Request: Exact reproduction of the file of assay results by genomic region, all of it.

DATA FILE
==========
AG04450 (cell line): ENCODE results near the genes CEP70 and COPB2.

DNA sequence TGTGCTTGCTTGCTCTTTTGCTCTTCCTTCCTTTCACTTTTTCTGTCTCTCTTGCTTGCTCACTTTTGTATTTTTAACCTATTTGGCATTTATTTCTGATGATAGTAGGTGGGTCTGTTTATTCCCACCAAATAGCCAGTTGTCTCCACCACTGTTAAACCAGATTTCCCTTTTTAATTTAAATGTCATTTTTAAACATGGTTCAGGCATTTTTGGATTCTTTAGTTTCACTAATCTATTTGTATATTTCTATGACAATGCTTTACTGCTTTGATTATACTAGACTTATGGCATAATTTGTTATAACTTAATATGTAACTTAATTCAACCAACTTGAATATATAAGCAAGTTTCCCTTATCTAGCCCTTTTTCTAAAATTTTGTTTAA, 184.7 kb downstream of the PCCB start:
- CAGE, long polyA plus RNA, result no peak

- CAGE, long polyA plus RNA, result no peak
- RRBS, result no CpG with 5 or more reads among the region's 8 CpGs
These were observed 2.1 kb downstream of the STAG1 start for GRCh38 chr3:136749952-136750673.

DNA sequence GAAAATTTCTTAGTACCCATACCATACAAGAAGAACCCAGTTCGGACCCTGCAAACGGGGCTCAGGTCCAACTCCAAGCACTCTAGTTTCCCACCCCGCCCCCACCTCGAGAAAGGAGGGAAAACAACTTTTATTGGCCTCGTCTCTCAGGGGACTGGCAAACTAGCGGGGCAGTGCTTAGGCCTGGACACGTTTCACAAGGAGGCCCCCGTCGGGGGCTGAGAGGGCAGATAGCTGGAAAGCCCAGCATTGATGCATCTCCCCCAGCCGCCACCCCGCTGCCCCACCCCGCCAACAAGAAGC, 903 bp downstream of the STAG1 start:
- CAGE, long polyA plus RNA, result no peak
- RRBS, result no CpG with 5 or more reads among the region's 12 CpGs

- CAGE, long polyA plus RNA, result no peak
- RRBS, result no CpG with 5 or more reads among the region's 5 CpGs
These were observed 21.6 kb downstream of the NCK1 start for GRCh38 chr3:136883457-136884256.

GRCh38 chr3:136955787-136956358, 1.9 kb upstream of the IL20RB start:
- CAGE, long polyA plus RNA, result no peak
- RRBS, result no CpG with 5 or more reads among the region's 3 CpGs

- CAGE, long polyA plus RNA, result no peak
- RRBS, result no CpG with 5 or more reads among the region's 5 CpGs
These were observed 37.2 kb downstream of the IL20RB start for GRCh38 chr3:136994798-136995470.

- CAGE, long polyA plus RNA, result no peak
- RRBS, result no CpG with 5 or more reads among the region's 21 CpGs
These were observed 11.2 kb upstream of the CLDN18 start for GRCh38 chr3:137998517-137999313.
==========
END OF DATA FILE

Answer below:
AG04450 (cell line): ENCODE results near the genes CEP70 and COPB2.

DNA sequence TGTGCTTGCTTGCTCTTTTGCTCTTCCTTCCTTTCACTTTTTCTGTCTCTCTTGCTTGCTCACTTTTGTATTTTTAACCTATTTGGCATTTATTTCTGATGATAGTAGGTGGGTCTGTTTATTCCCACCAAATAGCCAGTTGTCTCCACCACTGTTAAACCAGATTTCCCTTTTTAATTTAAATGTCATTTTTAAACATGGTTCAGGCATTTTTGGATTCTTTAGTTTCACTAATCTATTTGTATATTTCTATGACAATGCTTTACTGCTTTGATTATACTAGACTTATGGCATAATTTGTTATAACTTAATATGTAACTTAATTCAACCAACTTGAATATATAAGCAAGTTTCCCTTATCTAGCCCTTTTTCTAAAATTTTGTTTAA, 184.7 kb downstream of the PCCB start:
- CAGE, long polyA plus RNA, result no peak

- CAGE, long polyA plus RNA, result no peak
- RRBS, result no CpG with 5 or more reads among the region's 8 CpGs
These were observed 2.1 kb downstream of the STAG1 start for GRCh38 chr3:136749952-136750673.

DNA sequence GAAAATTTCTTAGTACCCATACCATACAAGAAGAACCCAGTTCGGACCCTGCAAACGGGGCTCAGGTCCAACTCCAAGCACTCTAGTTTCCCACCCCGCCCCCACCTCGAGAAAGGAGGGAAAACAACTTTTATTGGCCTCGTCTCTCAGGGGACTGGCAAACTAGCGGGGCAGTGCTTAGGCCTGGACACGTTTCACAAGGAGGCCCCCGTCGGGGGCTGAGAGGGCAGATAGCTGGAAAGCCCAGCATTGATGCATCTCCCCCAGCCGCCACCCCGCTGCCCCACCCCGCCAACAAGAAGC, 903 bp downstream of the STAG1 start:
- CAGE, long polyA plus RNA, result no peak
- RRBS, result no CpG with 5 or more reads among the region's 12 CpGs

- CAGE, long polyA plus RNA, result no peak
- RRBS, result no CpG with 5 or more reads among the region's 5 CpGs
These were observed 21.6 kb downstream of the NCK1 start for GRCh38 chr3:136883457-136884256.

GRCh38 chr3:136955787-136956358, 1.9 kb upstream of the IL20RB start:
- CAGE, long polyA plus RNA, result no peak
- RRBS, result no CpG with 5 or more reads among the region's 3 CpGs

- CAGE, long polyA plus RNA, result no peak
- RRBS, result no CpG with 5 or more reads among the region's 5 CpGs
These were observed 37.2 kb downstream of the IL20RB start for GRCh38 chr3:136994798-136995470.

- CAGE, long polyA plus RNA, result no peak
- RRBS, result no CpG with 5 or more reads among the region's 21 CpGs
These were observed 11.2 kb upstream of the CLDN18 start for GRCh38 chr3:137998517-137999313.